Ruiz entered baseball annals permanently with his unique, impulsive play, a play that impacted fate!
- Brian Williams - morris mn minnesota - bwilly73@yahoo.com

Monday, July 31, 2017

It's the time of summer for spiritual slumber

The image shows the Papa John's clowns who once entertained at summer events in the Morris area. Photo by Del Sarlette.
 
We're in the laziest part of summer, aren't we? In between Prairie Pioneer Days (PPD) and the fair, that's it.
Our family asks little of Prairie Pioneer Days, just that we can enjoy an early afternoon lunch at Luther's Eatery. It seems that PPD has lost several of the special features it once had. That's sad but not real disheartening. It's a social hub and that is what is most important.
There was nothing like PPD when I was a kid. An exception was the year of the Morris Centennial. What special memories I have of that. The year was 1971 and Morris truly came alive that summer. I don't know why people couldn't get the bright idea to do something annually like that. We got on board in the early 1980s with PPD. There was a time when the FFA kids built a replica of the famous "alfalfa arch" across East 7th Street. We all need to be reminded of the historical significance of the alfalfa arch.
I wonder if the day will come when Superior Industries will take over PPD just as this company has made inroads with the county fair. I'm not clear on when exactly Superior has the fair reserved for itself. I told an acquaintance of mine who's on the fair board that "I guess this is one of those small town things where 'you just have to know.' " I don't like these small town phenomena.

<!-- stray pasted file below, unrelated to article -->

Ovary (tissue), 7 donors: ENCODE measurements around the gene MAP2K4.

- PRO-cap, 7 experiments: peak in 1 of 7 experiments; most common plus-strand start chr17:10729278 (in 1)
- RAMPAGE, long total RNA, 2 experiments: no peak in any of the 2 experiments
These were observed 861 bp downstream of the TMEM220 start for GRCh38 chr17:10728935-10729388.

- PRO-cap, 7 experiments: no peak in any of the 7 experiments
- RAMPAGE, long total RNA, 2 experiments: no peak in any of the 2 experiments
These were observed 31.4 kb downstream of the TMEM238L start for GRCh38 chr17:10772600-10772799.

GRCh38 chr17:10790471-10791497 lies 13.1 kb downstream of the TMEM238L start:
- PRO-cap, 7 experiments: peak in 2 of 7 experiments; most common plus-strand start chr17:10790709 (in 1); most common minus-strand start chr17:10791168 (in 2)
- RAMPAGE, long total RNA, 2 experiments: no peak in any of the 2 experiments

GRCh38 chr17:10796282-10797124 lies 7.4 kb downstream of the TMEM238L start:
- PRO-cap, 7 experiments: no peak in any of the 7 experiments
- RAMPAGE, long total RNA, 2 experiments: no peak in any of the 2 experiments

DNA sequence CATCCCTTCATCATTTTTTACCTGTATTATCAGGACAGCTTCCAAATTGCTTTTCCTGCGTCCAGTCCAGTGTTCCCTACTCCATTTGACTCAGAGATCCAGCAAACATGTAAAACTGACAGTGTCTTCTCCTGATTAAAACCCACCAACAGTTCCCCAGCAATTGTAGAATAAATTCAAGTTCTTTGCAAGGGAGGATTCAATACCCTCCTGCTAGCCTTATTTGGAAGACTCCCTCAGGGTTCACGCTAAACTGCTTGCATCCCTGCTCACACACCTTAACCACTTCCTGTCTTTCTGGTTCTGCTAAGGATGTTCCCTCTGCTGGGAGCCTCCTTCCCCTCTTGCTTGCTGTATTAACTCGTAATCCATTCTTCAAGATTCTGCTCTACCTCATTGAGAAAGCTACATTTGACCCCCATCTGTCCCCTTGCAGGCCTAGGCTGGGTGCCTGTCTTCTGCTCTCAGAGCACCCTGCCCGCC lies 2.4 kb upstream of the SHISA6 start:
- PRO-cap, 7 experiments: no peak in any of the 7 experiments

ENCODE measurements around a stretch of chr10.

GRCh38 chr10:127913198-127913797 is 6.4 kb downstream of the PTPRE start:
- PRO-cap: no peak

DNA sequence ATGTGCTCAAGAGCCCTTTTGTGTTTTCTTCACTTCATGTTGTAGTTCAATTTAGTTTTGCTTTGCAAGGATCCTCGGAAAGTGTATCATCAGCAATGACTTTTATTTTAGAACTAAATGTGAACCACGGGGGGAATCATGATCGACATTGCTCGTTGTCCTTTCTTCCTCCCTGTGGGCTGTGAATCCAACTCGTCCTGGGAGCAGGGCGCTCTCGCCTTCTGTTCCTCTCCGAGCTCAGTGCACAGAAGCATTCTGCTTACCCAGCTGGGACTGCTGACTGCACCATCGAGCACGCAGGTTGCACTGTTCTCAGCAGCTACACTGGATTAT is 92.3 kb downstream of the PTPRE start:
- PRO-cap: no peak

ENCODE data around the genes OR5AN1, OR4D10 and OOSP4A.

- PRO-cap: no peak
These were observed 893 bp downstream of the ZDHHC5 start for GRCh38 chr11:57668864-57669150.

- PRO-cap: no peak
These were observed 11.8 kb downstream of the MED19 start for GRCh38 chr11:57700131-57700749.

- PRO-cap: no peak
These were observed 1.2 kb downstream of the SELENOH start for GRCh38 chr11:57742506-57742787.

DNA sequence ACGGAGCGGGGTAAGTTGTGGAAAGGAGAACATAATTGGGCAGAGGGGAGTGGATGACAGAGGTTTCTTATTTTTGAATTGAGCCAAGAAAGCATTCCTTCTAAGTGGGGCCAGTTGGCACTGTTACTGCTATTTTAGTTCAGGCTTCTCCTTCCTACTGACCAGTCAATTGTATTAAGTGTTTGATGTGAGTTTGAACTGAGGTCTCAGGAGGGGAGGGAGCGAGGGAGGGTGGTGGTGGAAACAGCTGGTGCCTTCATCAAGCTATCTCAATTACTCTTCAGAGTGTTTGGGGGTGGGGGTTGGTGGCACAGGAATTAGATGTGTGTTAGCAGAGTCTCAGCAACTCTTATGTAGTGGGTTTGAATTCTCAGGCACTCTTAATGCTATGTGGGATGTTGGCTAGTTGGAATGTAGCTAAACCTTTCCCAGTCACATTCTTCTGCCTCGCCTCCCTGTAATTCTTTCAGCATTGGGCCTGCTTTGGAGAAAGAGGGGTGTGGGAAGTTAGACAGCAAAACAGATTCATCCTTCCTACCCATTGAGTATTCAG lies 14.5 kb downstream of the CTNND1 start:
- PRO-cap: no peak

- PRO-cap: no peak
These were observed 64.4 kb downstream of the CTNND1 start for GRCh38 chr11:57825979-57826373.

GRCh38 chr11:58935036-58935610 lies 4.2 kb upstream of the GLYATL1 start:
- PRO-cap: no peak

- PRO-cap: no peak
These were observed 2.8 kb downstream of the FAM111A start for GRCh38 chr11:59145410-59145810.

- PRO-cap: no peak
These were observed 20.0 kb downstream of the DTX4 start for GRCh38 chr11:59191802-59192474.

The way Superior expands as if by magic, I have fears that this operation will snake around to behind our neighborhood of Northridge Drive, and devalue our property.
 
Will football keep its popularity? Should it?
So, after the fair, where does our attention turn? I remember year after year seeing the Tiger football team in pre-season practice at the old East Elementary playground, at the same time as the fair. It was a tap on the shoulder that "fall is near." People would speculate on how our football team might do.
Is such talk becoming an anachronism? There are new waves of news coverage all the time about how football is dangerous to play.
How much longer can the sport withstand all the startling revelations? You must have seen the headlines last week. "CTE" is a dangerous thing to court. No game can possibly be worth the risk of incurring this.
A sea change in society's notions can be slow and grudging to develop. I mean, who wants football to just fade away? Hasn't it been a mammoth sort of phenomenon in our popular culture? Frankly, hasn't it grown into an addiction? So, we're talking about overcoming an addiction. So as with any addiction, we have to be ready to stand up, as if at an AA gathering, and admit we have a problem. We need to admit the nature of the problem in frank terms.
Why on earth are our brains so programmed to feeling this turn-on, by the sight of men running with a football or catching a football, seeking yardage and touchdowns? It's terrible. Someday we will all admit this to ourselves.
A few years ago you'd occasionally see a news nugget from somewhere about how a school board member would suggest that football be removed. None of these could really break through. Many onlookers were reluctant to say these individuals were out in left field, but at the same time there was a "whistling past the graveyard" quality to their reaction. They could not deny the factual foundation for arguments being put forth. But my goodness, cancelling football? Who would want to be responsible for a suggestion like that?